‘Nova’ episode examines causes of Oso mudslide

OSO — Eight months after a landslide tore into this unsuspecting community, researchers have a fairly good idea what caused the hill to fail in such a spectacular and deadly manner.

The slope has been susceptible to landslides for centuries, and an extraordinary amount of rain last spring prompted the latest event. This time, 43 people in its path were killed.

A new episode of the PBS science show “Nova” explores what is known about the Oso slide and seeks to explain what caused the fast-moving slurry of liquid. It also shows how such catastrophes might be predicted so that people can be warned and evacuated. The program airs Wednesday at 9 p.m. on KCTS-TV.

Made by Bainbridge Island filmmaker Liesl Clark, “Killer Landslides” balances the emotional stories of first responders and survivors with a state-of-the-science look at what likely happened at Oso on March 22.

While much of the material will not be new to Snohomish County viewers, “Killer Landslides” is essential watching for anyone wanting to understand the science of landslides. That science is framed by dramatic storytelling and imagery.

Clark used interviews with survivors, including Amanda Skorjanc and Robin Youngblood, to dramatize the overwhelming scale of the slide and cost in lives and livelihoods. The interviews are accompanied by footage of emergency operations.

On the science side, University of Washington geomorphologist David Montgomery and U.S. Geological Survey hydrologist Richard Iverson play prominent roles. Montgomery serves as a tour guide of the slide zone, walking the headscarp and poking through the soil and describing its characteristics. Iverson demonstrates how analyzing the debris flow enabled rescuers to more easily find victims in the mud.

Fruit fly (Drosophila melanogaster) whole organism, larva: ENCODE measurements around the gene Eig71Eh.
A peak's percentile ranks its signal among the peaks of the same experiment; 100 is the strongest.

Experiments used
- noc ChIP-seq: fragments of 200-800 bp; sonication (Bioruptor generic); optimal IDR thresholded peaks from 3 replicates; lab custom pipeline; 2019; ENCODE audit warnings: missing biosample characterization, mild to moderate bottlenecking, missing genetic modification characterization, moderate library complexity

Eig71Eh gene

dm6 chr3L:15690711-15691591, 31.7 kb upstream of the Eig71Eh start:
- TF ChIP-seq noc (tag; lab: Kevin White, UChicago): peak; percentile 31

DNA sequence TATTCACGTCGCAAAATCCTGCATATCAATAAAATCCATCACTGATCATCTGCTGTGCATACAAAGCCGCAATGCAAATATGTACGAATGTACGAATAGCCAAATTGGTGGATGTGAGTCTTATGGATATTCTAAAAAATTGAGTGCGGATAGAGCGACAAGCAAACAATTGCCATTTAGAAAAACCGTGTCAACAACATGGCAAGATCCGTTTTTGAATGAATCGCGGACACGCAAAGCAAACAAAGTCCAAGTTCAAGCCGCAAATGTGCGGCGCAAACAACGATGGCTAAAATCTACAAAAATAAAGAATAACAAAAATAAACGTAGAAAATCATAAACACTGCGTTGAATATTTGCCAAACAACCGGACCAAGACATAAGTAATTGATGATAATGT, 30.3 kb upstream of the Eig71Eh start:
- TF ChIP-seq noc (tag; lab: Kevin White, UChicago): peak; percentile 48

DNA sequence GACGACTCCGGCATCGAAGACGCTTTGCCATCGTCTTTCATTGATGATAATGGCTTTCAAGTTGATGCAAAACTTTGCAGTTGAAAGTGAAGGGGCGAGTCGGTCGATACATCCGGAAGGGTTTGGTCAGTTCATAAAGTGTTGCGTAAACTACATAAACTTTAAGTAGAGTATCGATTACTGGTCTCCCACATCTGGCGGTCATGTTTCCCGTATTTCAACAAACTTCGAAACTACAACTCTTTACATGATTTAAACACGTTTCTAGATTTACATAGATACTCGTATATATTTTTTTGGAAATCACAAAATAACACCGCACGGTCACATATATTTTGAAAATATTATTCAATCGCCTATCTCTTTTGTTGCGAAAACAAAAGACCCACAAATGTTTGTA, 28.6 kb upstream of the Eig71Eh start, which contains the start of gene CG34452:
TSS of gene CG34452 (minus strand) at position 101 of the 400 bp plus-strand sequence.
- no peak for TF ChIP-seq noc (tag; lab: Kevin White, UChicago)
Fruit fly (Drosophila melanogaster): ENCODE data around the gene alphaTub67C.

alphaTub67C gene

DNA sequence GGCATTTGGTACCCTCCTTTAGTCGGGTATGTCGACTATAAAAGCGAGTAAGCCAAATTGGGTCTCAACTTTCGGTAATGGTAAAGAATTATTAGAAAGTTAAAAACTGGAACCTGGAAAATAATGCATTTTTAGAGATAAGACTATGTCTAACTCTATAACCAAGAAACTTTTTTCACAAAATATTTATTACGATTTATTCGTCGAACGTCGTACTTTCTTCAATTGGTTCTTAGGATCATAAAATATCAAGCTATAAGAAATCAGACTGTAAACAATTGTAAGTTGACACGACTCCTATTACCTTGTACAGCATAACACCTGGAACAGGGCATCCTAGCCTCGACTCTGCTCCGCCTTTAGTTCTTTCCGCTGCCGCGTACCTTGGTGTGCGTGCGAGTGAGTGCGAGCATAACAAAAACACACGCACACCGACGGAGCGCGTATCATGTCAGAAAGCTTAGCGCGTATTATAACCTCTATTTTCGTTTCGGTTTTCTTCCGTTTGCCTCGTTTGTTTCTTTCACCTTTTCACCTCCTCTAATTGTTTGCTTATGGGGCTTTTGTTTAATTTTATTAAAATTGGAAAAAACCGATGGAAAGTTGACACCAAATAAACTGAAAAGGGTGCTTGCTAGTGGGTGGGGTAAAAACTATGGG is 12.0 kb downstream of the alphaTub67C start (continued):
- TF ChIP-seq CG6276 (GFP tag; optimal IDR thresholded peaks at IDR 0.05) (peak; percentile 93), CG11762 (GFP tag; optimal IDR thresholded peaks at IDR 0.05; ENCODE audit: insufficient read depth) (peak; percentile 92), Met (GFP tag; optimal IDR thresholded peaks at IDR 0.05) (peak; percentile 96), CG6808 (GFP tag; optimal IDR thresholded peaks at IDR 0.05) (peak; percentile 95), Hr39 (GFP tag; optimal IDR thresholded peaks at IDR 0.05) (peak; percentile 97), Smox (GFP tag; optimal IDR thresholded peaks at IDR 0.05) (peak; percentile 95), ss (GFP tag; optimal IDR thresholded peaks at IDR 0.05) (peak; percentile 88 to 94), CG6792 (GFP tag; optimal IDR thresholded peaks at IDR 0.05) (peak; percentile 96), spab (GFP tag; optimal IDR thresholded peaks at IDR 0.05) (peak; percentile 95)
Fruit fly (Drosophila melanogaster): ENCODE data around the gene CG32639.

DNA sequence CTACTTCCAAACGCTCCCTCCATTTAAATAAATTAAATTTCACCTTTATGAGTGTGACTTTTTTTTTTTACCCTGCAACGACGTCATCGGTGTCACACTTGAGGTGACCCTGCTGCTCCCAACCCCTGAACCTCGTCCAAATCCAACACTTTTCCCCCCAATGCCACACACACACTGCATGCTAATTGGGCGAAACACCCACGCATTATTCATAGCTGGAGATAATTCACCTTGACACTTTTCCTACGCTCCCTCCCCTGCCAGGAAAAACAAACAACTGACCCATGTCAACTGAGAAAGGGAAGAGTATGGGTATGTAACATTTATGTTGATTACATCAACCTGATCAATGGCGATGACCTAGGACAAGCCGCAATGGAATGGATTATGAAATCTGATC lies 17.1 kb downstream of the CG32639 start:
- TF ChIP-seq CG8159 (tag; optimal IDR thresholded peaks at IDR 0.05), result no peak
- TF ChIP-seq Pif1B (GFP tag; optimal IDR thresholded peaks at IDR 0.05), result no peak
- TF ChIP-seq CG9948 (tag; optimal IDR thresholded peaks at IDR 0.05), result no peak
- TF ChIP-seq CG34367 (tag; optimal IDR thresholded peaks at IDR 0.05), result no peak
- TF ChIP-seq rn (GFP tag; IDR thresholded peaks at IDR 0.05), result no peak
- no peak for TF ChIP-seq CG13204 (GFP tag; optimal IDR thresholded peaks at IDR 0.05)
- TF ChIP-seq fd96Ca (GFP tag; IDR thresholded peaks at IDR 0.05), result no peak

The film avoids issues of governmental policy and liability that have sprung up in the aftermath. “Killer Landslides” doesn’t speculate, as some have, that logging might have been a proximate cause, or that planners in the 1950s shouldn’t have issued development permits for the neighborhood that was destroyed 60 years later.

“Killer Landslides” takes material that is familiar and crafts a new narrative that takes the viewer on an emotional and intellectual journey.

And some material hasn’t been seen before, including Iverson’s experiments at the USGS’s landslide-modeling flume in Oregon.

The episode also visits landslides in Afghanistan, where a slide killed at least 400 people in May; Nepal, where the monsoon season frequently causes slides that block mountain roads; and Switzerland, where researchers have developed a new technology called interferometric synthetic aperture radar to measure earth movement from afar to accurately predict a large landslide, allowing people to be evacuated in time.

Chris Winters: 425-374-4165; cwinters@heraldnet.com. Twitter: @Chris_At_Herald.

‘Killer Landslides’

The “Nova” episode airs at 9 p.m. Wednesday on KCTS-TV and will be followed by a rebroadcast of KCTS’s “In Close: Voices of the Oso Landslide” at 10 p.m.

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